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15 Adorable Animals You Didn’t Even Know Existed

Puppies pale in comparison to these little guys.

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Sand cat, Felis margarita, is a beautiful desert catPhoto: VLADISLAV T. JIROUSEK/SHUTTERSTOCK

Sand cat

Cute as your favourite funny cat videos are, none can compare to the impossibly cartoonish, wide-faced Felis margarita. Sand cats live in the deserts of North Africa and Southwest Asia and get most of their moisture from their prey, rather than drinking water.

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Siberian flying squirrel (AKA Russian flying squirrel)Photo: MASATSUGU OHASHI/SHUTTERSTOCK

Siberian flying squirrel

You wouldn’t think a tubby little fluff ball like this could go very far in the air, but flaps of skin by their legs help them glide between trees. You can catch a glimpse of Siberian flying squirrels in Russia, China, and other northern areas of Asia and Europe. Tourists get especially excited to see them in Hokkaido, the only island in Japan with the furballs.

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American Pika in Yellowstone National Park - Pikas are an indicator species for climate changePhoto: TOM REICHNER/SHUTTERSTOCK


American pikas are related to rabbits and hares. They might be small, but they’re still tough—the little critters can survive harsh weather without burying holes.

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Fennec fox

There’s a reason fennec foxes make you say “aww”: the North African animals are the world’s smallest canine species. Fennec foxes also have the largest ears relative to their body size, which help them give off heat and hunt prey.

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common gundi (Ctenodactylus gundi)Photo: MR. MEIJER/SHUTTERSTOCK


If you thought guinea pigs were cute, try looking at a gundi without squealing. The Northern African rodents’ toes have tiny bristles that help them clean their fur.

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Raccoon dog(tanuki) sitting in the grass.Photo: KORBUT IVETTA/SHUTTERSTOCK

Japanese raccoon dog

These cute critters—also known as tanuki—are more closely related to dogs than raccoons. They’re monogamous, and the papa and mama Japanese raccoon dogs work together to raise their pups.

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Lesser mouse-deer (Tragulus kanchil) walking in real nature at Kengkracharn National Park,ThailandPhoto: KAJORNYOT WILDLIFE PHOTOGRAPHY/SHUTTERSTOCK


These tiny creatures look straight out of a fairytale forest. It might look like a deer, but the hooved chevrotain stands at only about a foot tall at the shoulder. Instead of antlers, the male “mouse deer” have tiny fang-like tusks.

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Harris Antelope SquirrelPhoto: JULIE A. CURTIS/SHUTTERSTOCK

Harris’s antelope squirrel

Who can say squirrels are pests when this adorable species exists? Found in hot desert climates in the Southwestern United States and Northwestern Mexico, Harris’s antelope squirrels use their tails as umbrellas to block out the sweltering sun.

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A shot of an young bongo (antelope)Photo: NAZZU/SHUTTERSTOCK


Nope, bongos aren’t just drums—the African animals are also the biggest species of forest antelope in the world. As adults, their horns can grow as long as 40 inches.

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Funny serval catPhoto: THE LEN/SHUTTERSTOCK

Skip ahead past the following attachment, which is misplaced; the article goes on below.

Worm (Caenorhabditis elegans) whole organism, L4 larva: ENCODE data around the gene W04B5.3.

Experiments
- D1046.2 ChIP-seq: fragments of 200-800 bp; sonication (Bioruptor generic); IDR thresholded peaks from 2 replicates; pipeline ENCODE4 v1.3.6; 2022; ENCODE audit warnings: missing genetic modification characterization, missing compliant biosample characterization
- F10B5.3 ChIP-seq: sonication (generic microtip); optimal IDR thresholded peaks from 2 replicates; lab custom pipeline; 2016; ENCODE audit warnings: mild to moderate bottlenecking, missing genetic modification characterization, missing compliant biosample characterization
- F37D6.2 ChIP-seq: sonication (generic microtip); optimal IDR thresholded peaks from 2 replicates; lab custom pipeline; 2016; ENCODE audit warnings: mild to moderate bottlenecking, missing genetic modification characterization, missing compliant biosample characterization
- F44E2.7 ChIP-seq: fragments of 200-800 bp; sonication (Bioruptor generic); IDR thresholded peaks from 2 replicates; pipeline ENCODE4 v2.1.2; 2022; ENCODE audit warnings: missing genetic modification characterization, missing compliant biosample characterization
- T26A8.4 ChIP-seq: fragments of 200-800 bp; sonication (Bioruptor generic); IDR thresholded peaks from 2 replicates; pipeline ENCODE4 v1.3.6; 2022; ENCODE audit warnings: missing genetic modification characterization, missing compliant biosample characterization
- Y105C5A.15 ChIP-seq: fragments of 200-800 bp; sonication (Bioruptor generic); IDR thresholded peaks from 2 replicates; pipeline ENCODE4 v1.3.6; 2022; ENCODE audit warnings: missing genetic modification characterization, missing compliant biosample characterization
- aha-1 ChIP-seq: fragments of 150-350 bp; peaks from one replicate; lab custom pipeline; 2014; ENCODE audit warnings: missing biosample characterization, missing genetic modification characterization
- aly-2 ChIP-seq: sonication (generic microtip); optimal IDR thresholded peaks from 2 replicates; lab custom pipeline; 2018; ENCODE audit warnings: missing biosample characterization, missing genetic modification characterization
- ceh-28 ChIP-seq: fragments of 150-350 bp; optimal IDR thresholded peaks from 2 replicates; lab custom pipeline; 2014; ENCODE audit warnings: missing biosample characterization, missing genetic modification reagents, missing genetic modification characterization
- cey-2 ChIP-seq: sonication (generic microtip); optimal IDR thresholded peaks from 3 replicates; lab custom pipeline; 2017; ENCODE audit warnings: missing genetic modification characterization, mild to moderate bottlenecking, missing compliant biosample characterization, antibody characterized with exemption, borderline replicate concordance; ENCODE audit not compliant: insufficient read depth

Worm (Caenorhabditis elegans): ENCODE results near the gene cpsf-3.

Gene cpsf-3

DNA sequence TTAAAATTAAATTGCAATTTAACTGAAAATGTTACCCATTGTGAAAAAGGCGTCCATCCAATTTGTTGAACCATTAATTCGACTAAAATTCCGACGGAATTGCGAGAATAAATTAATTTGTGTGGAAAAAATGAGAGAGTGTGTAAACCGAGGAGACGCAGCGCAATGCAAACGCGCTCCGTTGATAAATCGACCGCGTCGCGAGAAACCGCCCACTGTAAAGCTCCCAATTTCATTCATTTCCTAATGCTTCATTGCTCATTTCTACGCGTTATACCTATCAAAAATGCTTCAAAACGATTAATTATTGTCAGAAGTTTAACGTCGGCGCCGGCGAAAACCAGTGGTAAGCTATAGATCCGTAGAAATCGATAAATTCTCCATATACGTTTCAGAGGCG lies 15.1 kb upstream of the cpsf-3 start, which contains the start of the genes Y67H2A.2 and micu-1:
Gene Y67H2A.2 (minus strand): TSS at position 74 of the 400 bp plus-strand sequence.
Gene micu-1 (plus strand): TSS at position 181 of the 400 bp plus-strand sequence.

Just look at that face! These “giraffe cats” are found in African savannahs, and their long necks aren’t their only defining feature. Servals also have bigger ears than any other cat.

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Axolotl (Ambystoma mexicanum)Photo: SERGIO GUTIERREZ GETINO/SHUTTERSTOCK


The “Mexican walking fish” isn’t a fish at all but is actually a salamander. Unlike other amphibians, which usually lose their dorsal fins and external gills after they grow out of the tadpole phase, the water-bound axolotls keep those features through adulthood.

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Close up view of a QuollPhoto: CRAIG DINGLE/SHUTTERSTOCK


As marsupials, these Australian mammals spend their first nine weeks of life in their mama’s pouch. Despite their sweet appearance, quolls are unapologetic predators. Larger species eat birds, possums, and rabbits, while smaller ones stick with insects, birds’ eggs, and little animals.

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Ant eater (tamandua mexicana) couple in Chiapas Mexico.Photo: ADRIANA MARGARITA LARIOS ARELLANO/SHUTTERSTOCK


This small anteater is cuter than its larger relatives. Its long mouth and tongue help it eat up to 9,000 ants every day (yowza!), but the tamandua also eats termites, honey, and fruit.

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jerboa (Allactaga major) with a long tail and ears - a cute little animal is on the long hind legsPhoto: GEOORGIY BOYKO/SHUTTERSTOCK


Between their tufted tails, big ears, and long hind legs, and tiny front limbs, jerboas look like a lab-made mish-mosh of several species. But make no mistake: The rodents are totally natural and belong to the same family as birch mice. Their long legs help them jump high and far.

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A male maned wolf standing in the forestPhoto: ESMERALDA EDENBERG/SHUTTERSTOCK

Maned wolf

Those long legs could even put Gisele Bündchen’s to shame. The fox-like maned wolf actually isn’t closely related to foxes or wolves and is the only member of the genus Chrysocyon. Its food choices are equally misleading—the biggest part of the South American animal’s diet is a berry called loberia, which means “fruit of the wolf.”

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Reader's Digest
Originally Published on Reader's Digest